The HTC ( One M8 is bigger and faster than )last year's M7 model. The M8 has a larger, five-inch screen, a speedier quad-core Snapdragon processor, and a new rear-camera technology which makes use of two lenses instead of one.
But the design of the HTC One M8 is the main attraction with this phone.
Design: Last year's M7 model was flashier, with stark angles and a silver and white color scheme that really stood out. The M8 is toned down in both regards, utilizing a darker gunmetal gray and black color scheme, rounding out the edges, and moving to a rear shell that's machined from a single piece of aluminum.
It's fundamentally the same design -- which is to say incredibly solid and premium feeling. But the phone is ergonomically more satisfying without the sharp edges of last year's model.
The main problem with the new HTC One is that it's just too big. Last Year's HTC One was already pushing the limits of one-handed comfort with a smaller screen. Even compared to other five-inch phones, the HTC one borders on unwieldy.
It's big for a reason: the phone has very good quality stereo speakers adorning both sides of the screen. But for me, designing the phone to be as small as the display will allow would make a bigger difference in my day-to-day life than improved sound from the built-in speakers. (Aren't we all using headphones and Bluetooth speakers anyways?)
Camera: It's not as flashy as the phone's casing, but the new camera on the M8 tech is appealing as well. One of the lenses is permanently tasked with gathering depth information from every image captured, which not only makes the M8's auto-focus much, much faster, but it allows for the camera to more deftly apply effects to your photos.
In general, this camera provides no huge leap in image quality -- the sensor is very similar to the one found in the M7. But the M8's camera lets you have more fun with photos. You can more easily and accurately add light 3-D effects, and you can make select parts of an image black and white while keeping the rest in color.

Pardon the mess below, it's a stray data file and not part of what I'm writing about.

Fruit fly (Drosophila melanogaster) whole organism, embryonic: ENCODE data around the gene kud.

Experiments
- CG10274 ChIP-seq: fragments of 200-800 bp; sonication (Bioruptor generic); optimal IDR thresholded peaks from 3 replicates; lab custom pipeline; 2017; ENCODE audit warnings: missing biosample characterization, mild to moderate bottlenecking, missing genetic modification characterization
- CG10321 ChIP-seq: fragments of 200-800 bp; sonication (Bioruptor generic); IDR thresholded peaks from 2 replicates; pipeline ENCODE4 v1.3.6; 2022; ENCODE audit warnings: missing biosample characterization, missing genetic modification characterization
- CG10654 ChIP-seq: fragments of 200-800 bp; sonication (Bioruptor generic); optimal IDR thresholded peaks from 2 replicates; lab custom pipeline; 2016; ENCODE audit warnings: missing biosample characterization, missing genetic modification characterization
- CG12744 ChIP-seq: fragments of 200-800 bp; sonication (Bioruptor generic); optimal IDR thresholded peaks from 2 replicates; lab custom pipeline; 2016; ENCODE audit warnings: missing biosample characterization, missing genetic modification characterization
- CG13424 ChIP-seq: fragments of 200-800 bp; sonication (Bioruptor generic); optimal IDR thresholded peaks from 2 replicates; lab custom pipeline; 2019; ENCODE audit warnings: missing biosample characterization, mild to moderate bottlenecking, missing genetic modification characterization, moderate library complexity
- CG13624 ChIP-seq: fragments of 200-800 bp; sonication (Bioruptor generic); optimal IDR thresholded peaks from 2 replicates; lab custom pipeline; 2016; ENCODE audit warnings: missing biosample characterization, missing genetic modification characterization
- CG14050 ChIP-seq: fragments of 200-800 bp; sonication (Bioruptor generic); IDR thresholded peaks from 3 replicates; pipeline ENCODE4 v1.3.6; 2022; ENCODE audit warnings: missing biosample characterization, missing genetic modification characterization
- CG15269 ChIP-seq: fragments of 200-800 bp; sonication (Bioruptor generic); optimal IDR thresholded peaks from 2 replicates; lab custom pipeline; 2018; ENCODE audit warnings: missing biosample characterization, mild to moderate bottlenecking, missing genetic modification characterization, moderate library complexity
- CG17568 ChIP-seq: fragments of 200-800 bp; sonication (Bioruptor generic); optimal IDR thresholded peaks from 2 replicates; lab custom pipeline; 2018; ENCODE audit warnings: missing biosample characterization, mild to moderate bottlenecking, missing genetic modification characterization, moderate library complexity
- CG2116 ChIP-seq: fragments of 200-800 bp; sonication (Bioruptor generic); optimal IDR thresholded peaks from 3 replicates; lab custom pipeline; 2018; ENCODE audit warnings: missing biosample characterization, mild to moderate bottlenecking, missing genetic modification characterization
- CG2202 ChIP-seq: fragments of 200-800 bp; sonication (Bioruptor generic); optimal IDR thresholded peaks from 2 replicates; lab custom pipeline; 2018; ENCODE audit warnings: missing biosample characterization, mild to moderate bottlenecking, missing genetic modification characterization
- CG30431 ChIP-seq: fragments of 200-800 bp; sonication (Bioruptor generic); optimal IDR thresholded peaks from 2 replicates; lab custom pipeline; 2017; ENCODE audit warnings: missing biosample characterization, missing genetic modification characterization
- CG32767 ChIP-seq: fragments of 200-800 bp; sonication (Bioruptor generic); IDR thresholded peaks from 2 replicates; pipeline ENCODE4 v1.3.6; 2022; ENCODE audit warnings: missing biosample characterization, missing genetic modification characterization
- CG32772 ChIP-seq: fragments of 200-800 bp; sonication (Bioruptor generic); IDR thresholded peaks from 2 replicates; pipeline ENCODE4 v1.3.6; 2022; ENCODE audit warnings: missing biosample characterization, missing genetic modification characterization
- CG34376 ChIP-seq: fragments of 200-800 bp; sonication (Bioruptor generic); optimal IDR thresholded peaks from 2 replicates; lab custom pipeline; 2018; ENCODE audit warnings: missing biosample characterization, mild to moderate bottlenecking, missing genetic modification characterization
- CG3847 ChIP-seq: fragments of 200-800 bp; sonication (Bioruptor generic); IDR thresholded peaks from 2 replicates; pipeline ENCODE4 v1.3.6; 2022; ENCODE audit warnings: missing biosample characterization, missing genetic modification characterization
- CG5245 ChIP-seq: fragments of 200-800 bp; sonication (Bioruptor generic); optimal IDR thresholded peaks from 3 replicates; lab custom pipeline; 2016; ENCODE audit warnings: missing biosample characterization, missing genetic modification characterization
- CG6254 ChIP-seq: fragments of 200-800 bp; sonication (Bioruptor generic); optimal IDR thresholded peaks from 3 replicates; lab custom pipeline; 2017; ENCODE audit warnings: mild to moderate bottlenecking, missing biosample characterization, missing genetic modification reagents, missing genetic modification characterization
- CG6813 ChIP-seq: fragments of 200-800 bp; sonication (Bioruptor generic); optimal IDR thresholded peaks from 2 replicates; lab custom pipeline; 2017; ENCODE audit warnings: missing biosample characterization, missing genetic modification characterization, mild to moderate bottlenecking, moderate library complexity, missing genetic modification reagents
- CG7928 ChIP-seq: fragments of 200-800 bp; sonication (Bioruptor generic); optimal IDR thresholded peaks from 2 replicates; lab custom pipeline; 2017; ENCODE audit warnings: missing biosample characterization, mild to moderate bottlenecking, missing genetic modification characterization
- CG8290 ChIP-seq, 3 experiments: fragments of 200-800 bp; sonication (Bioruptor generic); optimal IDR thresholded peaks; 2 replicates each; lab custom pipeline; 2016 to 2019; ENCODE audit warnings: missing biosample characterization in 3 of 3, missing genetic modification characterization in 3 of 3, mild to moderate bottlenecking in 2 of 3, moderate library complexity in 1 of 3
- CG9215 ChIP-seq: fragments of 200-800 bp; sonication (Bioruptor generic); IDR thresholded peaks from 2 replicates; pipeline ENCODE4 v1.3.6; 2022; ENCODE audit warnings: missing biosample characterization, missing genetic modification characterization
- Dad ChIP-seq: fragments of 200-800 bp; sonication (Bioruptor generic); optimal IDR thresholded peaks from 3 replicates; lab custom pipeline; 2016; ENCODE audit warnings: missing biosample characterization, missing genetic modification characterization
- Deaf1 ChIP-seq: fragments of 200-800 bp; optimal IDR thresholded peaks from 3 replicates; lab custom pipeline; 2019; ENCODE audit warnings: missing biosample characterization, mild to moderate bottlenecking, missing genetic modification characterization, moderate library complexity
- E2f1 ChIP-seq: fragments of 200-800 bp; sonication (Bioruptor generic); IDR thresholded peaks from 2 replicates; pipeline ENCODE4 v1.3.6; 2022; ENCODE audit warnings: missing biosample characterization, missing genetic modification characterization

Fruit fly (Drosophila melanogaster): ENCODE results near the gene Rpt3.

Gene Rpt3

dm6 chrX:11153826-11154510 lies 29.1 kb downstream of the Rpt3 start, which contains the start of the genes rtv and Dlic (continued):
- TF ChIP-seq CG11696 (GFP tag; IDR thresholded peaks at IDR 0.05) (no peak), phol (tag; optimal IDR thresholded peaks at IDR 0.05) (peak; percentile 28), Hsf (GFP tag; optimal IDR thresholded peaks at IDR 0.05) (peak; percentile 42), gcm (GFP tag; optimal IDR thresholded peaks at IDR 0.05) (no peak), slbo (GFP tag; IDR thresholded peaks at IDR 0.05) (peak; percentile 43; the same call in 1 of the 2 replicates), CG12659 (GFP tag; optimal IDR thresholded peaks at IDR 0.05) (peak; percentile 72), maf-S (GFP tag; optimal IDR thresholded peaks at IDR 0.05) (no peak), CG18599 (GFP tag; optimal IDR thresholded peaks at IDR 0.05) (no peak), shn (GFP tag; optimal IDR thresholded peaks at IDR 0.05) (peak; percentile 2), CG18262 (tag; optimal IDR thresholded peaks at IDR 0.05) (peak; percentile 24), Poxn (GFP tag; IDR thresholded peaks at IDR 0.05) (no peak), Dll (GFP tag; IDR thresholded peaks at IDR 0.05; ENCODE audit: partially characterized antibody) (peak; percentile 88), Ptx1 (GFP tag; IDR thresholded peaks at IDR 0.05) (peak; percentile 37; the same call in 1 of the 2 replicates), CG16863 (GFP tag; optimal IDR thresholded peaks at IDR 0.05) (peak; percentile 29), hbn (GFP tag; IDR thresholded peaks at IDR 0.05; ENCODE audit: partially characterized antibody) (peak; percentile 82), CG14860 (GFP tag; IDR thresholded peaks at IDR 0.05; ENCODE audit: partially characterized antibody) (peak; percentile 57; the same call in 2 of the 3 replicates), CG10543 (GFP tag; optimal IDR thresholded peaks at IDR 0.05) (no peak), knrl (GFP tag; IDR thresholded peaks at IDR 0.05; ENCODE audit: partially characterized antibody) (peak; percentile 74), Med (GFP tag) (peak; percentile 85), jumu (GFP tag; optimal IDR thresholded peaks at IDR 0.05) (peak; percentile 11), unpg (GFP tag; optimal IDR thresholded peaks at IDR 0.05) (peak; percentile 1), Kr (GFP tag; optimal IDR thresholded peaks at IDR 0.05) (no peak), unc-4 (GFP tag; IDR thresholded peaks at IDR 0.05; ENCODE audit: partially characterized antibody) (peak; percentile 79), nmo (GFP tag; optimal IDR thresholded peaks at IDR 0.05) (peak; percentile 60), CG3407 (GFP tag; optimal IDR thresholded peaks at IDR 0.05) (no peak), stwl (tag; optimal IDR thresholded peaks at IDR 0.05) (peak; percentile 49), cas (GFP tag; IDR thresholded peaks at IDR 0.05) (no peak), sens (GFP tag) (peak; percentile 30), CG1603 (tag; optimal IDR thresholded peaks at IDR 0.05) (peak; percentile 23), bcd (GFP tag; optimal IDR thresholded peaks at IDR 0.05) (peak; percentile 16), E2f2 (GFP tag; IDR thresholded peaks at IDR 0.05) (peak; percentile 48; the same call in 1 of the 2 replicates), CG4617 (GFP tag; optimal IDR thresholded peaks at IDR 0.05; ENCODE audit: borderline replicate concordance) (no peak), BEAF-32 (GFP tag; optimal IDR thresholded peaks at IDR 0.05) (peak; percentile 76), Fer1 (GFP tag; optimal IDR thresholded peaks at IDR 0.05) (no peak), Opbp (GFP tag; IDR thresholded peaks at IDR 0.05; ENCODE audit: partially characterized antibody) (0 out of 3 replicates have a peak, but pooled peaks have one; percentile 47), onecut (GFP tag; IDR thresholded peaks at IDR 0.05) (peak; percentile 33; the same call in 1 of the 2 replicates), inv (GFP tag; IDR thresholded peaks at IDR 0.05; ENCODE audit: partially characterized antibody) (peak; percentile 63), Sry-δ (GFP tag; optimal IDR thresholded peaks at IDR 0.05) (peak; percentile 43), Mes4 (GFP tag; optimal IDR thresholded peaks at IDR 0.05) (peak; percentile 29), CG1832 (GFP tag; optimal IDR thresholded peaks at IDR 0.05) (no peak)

What the camera doesn't do, as HTC would like you to believe, is refocus images. It can take a photo that's 100% in focus and apply a blur effect to specific parts of the image to emphasize someone or something, but it can't refocus a blurry image, or change the perspective of the image if the camera was already able to isolate a single object in focus.
Performance: HTC has this phone running in peak form, with every aspect of the software functioning in a responsive, silky smooth manner. From Web browsing, to gaming, to video playback, the M8 was more than up to the task, even with the HTC Sense user interface running on top of Google's ( Android mobile operating syste. )
But HTC also took time to consider some little details that help make a big difference. Like the Moto X and Apple's ( iPhone 5S, the M8 has all of it's sensors optimized and running on a dedicated co-processor, which not only saves battery life, but also allows them to always be on and collecting data. )
That allows for useful, thoughtful features like being able to double tap the screen to wake the phone up. Or letting apps determine where you are and what you're doing. Or even just letting fitness tracking apps, such as FitBit's use your phone as an activity tracker.
Battery: Speaking of battery life, it's quite good. Most people should find themselves able to get through an entire day with average use. If you're streaming audio and video, or constantly browsing the internet, you'll probably have to recharge more than once a day.
Software: HTC refined and expanded its Sense software to offer more to users. The interface has been slightly scaled back so that the social media and news aggregation "BlinkFeed" feature that was prominent on the M7 isn't quite so central to the main experience of using the M8. And BlinkFeed itself has been fleshed out so that app developers, and not just media outlets, will be able to integrate their app content into the stream.
All things considered, the Sense interface isn't bad. I'd even say its attractive, and I wouldn't mind using this if Google's own design wasn't so good. The one complaint with the custom software is that the keyboard doesn't register taps all that accurately. Luckily, you can go to the Google Play store and just install the default Android keyboard. (Highly recommended!)
Conclusion: If you're OK with carrying a big phone around, the HTC One M8 is about as nice and powerful an Android phone that you'll find right now, and is definitely worth its price tag. It is good enough to go toe-to-toe with the iPhone 5S and Galaxy S5. But if you're already satisfied with your iPhone or Galaxy S, the HTC One wouldn't necessarily give you a compelling reason to switch.